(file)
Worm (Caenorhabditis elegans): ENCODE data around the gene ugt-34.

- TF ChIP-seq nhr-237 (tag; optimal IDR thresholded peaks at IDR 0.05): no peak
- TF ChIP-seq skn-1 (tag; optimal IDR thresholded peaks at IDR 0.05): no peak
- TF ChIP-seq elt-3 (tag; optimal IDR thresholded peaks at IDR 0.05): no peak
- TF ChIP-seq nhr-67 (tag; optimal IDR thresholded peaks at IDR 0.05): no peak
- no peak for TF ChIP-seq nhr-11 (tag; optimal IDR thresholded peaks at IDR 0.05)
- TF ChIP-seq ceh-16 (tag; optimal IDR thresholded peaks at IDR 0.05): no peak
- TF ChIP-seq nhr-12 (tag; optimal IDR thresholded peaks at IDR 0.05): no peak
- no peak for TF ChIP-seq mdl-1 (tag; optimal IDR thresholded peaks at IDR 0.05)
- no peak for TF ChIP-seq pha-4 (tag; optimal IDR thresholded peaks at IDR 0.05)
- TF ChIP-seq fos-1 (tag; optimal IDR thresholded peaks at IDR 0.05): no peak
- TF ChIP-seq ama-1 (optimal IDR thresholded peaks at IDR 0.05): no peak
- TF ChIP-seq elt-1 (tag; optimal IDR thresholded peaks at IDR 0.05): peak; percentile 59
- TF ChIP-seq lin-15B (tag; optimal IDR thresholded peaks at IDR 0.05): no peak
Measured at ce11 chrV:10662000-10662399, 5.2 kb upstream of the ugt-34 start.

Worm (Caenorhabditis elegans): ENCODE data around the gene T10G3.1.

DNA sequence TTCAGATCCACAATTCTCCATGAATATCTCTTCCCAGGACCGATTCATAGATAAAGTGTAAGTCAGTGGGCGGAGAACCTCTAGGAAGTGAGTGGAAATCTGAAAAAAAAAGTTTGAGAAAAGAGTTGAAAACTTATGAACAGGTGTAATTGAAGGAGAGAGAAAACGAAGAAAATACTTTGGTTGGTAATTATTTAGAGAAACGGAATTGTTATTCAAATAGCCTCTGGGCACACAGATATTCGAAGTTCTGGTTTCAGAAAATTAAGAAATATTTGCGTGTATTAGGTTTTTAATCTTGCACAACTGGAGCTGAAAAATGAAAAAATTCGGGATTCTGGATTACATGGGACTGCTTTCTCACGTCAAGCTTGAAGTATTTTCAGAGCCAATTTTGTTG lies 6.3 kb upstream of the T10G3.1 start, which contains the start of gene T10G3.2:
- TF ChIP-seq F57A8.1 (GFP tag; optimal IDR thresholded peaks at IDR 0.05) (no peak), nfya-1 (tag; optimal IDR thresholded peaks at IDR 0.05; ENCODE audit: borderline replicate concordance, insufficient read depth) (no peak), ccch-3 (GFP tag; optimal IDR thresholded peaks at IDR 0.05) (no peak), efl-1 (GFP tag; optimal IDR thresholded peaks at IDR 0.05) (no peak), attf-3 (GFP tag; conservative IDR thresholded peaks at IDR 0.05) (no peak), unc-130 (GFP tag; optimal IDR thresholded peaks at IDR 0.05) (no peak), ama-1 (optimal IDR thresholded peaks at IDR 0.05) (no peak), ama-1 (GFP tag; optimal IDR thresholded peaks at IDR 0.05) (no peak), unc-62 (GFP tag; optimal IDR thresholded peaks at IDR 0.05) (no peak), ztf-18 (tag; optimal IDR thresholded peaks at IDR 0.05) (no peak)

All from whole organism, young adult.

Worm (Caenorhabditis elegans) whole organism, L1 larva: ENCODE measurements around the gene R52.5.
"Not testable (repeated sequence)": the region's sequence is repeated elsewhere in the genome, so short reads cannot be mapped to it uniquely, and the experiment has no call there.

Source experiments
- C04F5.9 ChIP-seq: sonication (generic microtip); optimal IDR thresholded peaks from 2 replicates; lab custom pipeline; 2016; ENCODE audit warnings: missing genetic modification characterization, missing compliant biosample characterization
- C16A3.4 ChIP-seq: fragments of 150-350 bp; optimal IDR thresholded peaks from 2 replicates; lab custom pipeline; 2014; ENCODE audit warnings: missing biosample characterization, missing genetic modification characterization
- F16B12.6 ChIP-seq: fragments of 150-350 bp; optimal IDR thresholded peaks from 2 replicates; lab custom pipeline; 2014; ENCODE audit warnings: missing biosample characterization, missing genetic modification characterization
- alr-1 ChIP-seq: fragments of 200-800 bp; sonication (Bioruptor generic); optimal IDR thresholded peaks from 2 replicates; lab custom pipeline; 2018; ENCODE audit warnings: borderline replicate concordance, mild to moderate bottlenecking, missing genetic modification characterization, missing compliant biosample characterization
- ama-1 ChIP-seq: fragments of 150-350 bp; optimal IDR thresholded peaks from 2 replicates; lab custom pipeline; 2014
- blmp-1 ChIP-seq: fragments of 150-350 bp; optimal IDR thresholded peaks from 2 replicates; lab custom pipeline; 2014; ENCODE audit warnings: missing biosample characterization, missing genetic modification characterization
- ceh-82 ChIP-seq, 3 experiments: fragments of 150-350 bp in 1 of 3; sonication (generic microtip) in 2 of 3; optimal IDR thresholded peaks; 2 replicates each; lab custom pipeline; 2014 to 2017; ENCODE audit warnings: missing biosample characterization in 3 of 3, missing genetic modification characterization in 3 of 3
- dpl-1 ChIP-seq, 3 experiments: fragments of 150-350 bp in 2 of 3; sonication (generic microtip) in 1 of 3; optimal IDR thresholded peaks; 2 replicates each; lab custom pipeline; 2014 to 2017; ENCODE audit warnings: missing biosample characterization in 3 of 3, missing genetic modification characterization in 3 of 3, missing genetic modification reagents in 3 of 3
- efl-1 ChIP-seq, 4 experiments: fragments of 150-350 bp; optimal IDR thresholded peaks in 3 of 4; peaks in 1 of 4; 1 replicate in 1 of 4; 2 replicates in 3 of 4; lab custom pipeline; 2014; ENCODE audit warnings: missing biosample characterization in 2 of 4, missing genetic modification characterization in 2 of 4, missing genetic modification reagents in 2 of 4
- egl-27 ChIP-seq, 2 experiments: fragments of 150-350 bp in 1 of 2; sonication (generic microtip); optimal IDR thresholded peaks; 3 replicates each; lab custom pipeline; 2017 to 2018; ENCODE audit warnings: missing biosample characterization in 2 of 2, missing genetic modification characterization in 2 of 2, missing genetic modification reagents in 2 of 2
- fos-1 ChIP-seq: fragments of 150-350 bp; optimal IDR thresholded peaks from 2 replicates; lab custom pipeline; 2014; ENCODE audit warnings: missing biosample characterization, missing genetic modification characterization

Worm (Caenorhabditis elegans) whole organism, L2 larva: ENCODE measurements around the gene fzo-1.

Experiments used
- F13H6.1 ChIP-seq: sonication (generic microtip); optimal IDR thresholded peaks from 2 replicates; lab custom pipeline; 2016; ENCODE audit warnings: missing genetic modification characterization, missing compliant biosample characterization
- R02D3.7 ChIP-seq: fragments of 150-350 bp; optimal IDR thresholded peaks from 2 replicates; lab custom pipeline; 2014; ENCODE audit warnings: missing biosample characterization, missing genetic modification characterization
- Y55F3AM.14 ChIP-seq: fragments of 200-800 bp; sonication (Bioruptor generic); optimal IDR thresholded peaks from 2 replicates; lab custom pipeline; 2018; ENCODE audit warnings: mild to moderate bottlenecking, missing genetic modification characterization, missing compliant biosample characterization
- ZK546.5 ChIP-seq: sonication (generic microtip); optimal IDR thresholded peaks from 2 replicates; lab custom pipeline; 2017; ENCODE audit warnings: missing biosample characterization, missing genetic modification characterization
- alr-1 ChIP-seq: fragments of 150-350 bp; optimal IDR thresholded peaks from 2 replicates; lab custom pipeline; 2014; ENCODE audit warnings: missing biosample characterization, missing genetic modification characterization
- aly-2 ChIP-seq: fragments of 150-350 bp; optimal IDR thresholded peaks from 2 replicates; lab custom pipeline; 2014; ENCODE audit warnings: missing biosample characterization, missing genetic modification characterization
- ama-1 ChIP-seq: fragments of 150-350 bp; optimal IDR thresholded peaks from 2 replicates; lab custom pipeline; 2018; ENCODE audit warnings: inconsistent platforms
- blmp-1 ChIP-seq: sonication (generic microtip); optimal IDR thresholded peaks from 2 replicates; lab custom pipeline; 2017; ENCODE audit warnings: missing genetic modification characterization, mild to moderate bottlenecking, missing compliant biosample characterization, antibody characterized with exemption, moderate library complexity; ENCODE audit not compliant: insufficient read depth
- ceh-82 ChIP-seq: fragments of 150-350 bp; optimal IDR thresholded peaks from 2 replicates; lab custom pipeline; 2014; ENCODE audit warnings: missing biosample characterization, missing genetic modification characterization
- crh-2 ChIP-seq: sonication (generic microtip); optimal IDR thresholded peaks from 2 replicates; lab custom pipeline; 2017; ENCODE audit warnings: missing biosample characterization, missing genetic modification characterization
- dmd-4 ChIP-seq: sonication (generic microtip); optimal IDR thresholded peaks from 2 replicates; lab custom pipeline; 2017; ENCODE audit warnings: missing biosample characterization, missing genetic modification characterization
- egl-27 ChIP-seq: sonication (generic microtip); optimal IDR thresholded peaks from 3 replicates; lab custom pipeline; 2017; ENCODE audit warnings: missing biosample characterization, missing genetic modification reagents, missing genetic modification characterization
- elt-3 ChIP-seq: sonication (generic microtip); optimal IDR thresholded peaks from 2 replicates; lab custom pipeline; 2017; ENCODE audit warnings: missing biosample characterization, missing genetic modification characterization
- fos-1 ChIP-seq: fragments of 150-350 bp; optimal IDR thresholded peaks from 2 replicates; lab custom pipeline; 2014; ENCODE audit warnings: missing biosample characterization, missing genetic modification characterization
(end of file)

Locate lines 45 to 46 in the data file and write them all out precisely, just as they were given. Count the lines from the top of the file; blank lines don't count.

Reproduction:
- crh-2 ChIP-seq: sonication (generic microtip); optimal IDR thresholded peaks from 2 replicates; lab custom pipeline; 2017; ENCODE audit warnings: missing biosample characterization, missing genetic modification characterization
- dmd-4 ChIP-seq: sonication (generic microtip); optimal IDR thresholded peaks from 2 replicates; lab custom pipeline; 2017; ENCODE audit warnings: missing biosample characterization, missing genetic modification characterization